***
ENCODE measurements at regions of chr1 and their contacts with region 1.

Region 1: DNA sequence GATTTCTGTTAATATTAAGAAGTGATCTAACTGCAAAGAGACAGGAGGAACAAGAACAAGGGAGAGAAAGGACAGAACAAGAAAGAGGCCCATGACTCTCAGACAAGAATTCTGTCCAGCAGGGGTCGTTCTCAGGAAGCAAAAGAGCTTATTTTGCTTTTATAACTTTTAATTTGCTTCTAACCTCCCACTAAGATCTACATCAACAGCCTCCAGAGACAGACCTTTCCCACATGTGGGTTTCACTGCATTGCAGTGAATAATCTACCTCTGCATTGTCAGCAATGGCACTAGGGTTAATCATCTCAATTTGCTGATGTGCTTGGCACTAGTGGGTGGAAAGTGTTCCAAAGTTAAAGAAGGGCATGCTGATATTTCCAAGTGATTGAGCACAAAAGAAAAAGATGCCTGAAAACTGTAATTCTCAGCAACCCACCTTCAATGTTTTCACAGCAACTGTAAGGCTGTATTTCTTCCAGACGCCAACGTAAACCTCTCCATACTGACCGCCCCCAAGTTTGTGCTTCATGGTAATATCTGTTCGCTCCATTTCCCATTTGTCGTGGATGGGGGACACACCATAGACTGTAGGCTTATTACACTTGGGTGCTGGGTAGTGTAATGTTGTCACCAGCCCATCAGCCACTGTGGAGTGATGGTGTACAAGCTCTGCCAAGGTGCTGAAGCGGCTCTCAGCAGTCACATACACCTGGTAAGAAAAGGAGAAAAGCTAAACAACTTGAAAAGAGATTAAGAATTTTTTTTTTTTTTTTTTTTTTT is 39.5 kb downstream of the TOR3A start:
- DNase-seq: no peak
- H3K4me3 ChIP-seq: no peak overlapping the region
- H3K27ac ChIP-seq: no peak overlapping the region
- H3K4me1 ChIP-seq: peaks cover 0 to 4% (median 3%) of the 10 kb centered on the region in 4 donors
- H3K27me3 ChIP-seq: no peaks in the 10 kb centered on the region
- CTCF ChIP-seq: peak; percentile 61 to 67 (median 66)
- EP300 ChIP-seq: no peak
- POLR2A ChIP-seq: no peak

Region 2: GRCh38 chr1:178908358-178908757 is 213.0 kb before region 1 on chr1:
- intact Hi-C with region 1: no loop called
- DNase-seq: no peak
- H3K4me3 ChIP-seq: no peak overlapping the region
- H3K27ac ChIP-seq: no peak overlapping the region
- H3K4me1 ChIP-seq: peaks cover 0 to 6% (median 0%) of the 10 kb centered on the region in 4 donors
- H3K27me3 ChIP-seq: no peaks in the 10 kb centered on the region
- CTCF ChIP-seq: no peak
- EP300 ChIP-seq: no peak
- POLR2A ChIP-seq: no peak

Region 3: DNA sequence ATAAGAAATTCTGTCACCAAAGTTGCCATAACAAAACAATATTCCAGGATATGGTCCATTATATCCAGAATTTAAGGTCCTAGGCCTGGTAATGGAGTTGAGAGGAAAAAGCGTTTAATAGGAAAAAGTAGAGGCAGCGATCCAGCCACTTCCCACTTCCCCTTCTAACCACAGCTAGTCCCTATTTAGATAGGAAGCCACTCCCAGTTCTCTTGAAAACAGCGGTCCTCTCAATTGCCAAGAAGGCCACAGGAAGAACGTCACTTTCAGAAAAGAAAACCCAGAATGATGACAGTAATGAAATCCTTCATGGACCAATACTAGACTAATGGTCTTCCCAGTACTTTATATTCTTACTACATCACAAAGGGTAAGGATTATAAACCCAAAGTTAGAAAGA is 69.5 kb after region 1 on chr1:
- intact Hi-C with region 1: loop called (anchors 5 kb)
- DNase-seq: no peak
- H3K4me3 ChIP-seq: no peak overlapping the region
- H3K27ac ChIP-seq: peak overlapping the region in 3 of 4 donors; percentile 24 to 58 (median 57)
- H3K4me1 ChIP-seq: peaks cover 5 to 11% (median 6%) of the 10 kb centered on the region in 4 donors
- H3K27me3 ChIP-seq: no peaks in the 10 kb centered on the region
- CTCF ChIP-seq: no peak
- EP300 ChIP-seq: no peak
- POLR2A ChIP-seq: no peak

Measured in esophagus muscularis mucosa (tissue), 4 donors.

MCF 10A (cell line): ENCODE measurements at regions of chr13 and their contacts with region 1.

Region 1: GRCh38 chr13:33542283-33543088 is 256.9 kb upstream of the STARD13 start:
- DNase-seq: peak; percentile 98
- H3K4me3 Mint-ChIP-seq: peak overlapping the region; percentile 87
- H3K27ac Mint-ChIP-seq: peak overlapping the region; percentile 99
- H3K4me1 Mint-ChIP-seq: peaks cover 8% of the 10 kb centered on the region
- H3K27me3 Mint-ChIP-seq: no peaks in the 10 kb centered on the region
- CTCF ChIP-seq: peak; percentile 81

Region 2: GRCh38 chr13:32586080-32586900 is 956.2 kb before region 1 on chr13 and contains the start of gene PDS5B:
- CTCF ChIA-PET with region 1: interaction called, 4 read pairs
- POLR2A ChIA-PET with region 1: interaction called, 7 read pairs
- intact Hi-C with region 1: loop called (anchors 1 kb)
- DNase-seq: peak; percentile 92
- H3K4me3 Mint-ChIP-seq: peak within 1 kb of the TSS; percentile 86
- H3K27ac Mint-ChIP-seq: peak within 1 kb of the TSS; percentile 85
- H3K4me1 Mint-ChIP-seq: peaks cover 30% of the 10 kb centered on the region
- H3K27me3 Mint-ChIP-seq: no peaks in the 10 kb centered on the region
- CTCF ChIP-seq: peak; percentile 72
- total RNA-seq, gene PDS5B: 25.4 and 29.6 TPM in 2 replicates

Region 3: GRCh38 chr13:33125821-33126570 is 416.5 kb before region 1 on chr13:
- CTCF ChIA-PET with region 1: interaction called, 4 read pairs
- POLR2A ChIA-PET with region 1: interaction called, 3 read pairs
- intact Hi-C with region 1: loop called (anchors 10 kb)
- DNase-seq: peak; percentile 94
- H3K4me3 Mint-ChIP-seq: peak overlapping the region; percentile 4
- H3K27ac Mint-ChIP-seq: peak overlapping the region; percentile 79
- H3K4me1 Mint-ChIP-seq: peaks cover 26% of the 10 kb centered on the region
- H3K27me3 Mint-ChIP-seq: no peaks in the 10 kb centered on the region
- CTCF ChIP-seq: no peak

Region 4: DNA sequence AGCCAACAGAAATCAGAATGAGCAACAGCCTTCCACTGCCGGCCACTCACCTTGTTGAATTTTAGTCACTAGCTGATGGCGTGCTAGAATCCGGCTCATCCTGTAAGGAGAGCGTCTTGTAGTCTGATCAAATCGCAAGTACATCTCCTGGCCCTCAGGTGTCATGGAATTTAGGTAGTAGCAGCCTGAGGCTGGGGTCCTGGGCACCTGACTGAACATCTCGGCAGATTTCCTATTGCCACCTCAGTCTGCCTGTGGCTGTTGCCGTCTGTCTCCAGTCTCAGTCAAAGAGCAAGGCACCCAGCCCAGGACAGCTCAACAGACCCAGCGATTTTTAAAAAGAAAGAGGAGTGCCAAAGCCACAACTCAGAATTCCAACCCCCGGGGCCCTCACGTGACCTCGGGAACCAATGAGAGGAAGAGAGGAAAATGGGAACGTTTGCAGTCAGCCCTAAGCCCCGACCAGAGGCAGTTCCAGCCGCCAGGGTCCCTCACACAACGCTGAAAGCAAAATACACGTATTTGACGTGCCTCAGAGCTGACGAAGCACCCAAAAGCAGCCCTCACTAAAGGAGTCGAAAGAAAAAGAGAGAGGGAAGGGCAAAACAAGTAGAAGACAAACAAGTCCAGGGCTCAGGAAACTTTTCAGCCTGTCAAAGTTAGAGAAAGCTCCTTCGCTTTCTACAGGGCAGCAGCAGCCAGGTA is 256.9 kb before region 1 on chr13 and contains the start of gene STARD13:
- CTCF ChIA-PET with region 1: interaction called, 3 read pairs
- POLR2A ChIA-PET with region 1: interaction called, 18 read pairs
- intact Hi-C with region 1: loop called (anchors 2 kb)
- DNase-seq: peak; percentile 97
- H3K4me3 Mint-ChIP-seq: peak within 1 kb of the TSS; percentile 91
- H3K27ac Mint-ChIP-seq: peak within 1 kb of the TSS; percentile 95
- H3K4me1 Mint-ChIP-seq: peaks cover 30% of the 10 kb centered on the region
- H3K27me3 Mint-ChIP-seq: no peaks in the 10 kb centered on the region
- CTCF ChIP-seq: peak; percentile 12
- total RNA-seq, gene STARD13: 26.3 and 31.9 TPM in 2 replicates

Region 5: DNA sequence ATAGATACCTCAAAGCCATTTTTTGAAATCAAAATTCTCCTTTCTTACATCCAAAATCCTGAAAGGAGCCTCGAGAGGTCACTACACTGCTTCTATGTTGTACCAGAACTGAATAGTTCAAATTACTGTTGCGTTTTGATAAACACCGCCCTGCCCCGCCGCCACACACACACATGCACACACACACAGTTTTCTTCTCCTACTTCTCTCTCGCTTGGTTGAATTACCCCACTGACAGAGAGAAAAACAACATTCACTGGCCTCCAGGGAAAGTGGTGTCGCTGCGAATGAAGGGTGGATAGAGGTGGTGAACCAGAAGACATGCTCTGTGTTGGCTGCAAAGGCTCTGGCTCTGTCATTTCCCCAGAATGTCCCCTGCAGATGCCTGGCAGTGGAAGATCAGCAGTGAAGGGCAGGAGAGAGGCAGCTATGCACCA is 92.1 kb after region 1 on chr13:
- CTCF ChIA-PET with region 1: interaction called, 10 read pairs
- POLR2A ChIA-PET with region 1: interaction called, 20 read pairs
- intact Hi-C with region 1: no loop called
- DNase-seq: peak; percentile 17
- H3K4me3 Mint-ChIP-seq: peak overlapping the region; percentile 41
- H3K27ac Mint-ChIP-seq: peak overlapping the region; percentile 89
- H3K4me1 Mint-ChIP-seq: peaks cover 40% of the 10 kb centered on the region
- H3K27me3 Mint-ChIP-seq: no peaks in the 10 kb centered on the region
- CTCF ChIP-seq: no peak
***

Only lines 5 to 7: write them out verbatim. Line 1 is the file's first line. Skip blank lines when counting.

- H3K27ac ChIP-seq: no peak overlapping the region
- H3K4me1 ChIP-seq: peaks cover 0 to 4% (median 3%) of the 10 kb centered on the region in 4 donors
- H3K27me3 ChIP-seq: no peaks in the 10 kb centered on the region